Thus, Scottie soon gets caught in the slipstream of strange events.

Not that he completely lets go of his skepticism, but Madeleine's strange behavior causes him to question his assumptions. Elster's snowjob becomes more plausible until he doesn't know what to believe.

Hitchcock loved to place important scenes in the vicinity of national monuments – all the better to take the familiar and make it queer – and this one is no exception. It's a strange and wonderful and dreadful moment, replete with Gothic Romantic symbolism: the bridge, which fittingly represents Madeleine's having been caught between this world and the next; the body of water, suggesting death and sex, baptism and rebirth; the statuesque, idealized blonde, symbol of Woman who mournfully plucks the flowers from her nosegay and tosses them into water—all heightened by the golden rays of the afternoon sun and wisps of ghostly fog rolling off the bay. And then she makes the leap into her watery grave.

Part of Madeleine's beguiling appeal is that she seems to have found her double – her doppleganger – in a dead woman, materialized in a painting. And, as doubles are wont to do, it leads to death. (Or so it would seem, had Scottie not rescued her.) But doubles abound in this film.

The artist Midge, sensing that she's losing Scottie to his infatuation with his client's “wife,” decides to play a joke, replicating the portrait of Carlotta, but substituting the deceased woman's face with her own. Upon showing him her new masterpiece—an uncanny resemblance to the image that has played a part in his seduction—he reacts with disgust. “It's not funny, Midge.”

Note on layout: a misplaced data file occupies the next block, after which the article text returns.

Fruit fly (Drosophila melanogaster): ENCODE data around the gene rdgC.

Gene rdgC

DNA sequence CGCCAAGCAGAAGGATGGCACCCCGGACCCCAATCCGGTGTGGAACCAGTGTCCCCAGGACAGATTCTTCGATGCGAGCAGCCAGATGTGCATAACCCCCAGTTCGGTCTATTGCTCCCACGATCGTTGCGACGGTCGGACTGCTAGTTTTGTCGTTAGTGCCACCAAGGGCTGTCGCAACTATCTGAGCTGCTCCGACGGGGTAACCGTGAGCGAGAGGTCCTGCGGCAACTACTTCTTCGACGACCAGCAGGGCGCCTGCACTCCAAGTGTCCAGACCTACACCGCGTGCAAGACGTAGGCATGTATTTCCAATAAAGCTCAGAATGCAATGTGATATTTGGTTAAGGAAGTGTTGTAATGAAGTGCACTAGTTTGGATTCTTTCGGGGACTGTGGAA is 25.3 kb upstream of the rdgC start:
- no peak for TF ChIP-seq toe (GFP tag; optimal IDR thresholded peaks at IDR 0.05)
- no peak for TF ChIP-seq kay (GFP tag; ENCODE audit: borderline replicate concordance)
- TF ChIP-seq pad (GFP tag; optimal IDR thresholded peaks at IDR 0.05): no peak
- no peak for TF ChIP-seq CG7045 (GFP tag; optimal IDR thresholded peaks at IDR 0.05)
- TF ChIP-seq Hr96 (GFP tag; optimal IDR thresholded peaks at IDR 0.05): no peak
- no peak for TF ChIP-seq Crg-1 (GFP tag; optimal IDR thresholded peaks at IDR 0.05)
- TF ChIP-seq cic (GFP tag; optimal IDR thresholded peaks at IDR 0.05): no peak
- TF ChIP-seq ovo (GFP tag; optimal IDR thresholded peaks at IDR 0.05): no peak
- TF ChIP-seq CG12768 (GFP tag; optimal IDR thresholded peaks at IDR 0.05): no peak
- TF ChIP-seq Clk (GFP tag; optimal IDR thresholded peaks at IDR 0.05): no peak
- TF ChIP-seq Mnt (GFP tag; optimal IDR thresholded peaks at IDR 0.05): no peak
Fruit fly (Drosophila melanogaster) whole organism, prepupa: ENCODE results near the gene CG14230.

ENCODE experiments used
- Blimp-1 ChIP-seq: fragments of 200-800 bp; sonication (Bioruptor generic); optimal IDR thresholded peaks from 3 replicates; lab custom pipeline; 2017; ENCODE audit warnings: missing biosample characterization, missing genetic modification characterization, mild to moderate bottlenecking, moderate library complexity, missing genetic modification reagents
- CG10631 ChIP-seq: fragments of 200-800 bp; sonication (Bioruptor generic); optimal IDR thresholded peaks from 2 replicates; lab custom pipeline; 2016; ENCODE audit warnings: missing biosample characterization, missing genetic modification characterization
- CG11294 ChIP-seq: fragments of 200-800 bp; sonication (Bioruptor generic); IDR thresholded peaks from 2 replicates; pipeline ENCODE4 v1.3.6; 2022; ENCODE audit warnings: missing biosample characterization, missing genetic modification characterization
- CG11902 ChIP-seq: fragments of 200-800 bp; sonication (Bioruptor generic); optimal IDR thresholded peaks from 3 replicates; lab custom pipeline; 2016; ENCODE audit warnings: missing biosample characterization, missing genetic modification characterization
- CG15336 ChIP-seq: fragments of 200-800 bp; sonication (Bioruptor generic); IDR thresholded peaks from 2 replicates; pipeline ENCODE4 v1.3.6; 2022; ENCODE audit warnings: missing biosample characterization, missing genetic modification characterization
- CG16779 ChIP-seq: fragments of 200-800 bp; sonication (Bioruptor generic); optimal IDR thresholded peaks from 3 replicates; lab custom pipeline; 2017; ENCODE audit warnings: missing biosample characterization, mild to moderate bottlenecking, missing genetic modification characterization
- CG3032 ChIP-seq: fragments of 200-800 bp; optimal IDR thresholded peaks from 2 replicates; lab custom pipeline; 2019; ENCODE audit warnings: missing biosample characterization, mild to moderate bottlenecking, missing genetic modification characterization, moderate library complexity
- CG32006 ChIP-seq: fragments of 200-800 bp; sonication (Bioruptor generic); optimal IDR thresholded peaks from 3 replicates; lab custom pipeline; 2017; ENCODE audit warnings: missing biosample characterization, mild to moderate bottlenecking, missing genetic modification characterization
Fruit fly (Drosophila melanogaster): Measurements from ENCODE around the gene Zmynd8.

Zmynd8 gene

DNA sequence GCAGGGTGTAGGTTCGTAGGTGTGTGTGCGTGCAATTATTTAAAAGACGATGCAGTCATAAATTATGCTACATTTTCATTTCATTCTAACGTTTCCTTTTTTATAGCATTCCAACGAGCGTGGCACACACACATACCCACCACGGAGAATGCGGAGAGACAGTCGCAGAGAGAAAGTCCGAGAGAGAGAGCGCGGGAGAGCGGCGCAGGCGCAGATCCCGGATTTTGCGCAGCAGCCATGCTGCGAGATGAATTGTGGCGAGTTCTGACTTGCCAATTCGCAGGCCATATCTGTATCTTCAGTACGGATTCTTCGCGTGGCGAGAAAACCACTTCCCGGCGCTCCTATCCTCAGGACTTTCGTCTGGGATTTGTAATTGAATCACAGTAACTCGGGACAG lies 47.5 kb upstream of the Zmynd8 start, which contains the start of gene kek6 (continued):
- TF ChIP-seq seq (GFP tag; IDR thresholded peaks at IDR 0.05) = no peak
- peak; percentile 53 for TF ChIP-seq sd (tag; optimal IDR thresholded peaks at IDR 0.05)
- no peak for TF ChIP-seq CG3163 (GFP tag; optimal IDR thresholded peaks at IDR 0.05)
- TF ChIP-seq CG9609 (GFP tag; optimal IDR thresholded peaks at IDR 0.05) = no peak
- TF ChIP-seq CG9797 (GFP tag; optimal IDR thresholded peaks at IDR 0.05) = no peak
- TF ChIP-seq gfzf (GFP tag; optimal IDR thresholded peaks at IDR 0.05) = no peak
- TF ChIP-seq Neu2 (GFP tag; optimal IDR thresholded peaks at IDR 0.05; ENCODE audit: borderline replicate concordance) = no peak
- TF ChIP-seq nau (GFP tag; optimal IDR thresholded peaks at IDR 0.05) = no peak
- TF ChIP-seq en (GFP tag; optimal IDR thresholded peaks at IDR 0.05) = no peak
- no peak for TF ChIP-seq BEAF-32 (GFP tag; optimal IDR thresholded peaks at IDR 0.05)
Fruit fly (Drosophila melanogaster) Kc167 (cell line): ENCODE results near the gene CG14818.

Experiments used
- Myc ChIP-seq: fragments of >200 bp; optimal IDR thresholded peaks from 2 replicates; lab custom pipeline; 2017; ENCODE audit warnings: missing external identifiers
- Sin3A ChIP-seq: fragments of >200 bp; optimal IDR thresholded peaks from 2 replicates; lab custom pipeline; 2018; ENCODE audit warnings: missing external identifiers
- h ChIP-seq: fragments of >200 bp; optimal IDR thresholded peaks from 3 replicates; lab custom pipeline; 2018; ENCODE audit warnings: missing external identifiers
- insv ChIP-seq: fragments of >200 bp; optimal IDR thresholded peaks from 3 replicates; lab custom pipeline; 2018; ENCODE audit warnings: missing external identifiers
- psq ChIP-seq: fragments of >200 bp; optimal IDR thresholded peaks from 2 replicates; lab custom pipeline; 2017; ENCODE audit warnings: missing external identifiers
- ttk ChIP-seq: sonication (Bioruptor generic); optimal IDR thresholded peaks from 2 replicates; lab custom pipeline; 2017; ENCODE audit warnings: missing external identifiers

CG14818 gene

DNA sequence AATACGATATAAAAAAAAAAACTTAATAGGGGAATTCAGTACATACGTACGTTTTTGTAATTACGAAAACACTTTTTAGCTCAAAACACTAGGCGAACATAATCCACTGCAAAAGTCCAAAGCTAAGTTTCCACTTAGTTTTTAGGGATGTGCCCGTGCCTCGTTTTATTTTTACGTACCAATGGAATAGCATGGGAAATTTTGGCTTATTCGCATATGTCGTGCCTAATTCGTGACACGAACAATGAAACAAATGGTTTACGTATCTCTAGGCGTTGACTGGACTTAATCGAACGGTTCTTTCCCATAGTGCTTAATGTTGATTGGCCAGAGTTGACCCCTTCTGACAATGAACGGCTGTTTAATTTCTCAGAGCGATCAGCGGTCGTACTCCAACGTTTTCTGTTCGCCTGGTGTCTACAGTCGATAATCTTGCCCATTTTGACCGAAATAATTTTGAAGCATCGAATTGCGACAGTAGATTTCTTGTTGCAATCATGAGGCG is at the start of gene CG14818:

Hitchcock did a similar thing some thirty years prior. In Blackmail (1929), Alice White (Anny Ondra), lured to her would-be seducer's lair and given a quickie art lesson, painted a crude version of her own face. Laughing at her naivete, the artist (Cyril Ritchard) took over, finishing the picture with a deft, sensual line drawing of her body. The mix of the two painters' work (the one childlike, the other erotic) add up to a grotesque whole, inciting the same feeling of disgust Scottie felt when he saw Midge's painting.

In another similarity, in self defense, Alice killed the artist, and in fleeing the scene of the crime, she painted over her signature on the painting. Likewise, after Scottie turns and leaves, Midge blots out her face. Though Midge has eliminated her double from the painting, she turns to see herself reflected in the window.

Try as we might, we cannot ignore our shadow.

Foreshadowing the death of Marion Crane (Janet Leigh) halfway through Psycho two years later, Madeleine appears to fall to her death from the tower at Mission San Juan Bautista. Later, wandering the streets of San Francisco, Scottie's hungry eyes search for his lost love. Revisiting old haunts—Ernie's restaurant, the museum, Madeleine's old apartment building, he sees women who appear to be her, but upon closer inspection turn out to be woefully inadequate doubles. And Hitchcock deliberately messes with our heads: he employed Kim Novak herself for the long shots, switching her out for the actual people mistaken for Madeleine in close-up. Novak becomes a double for a mistaken identity.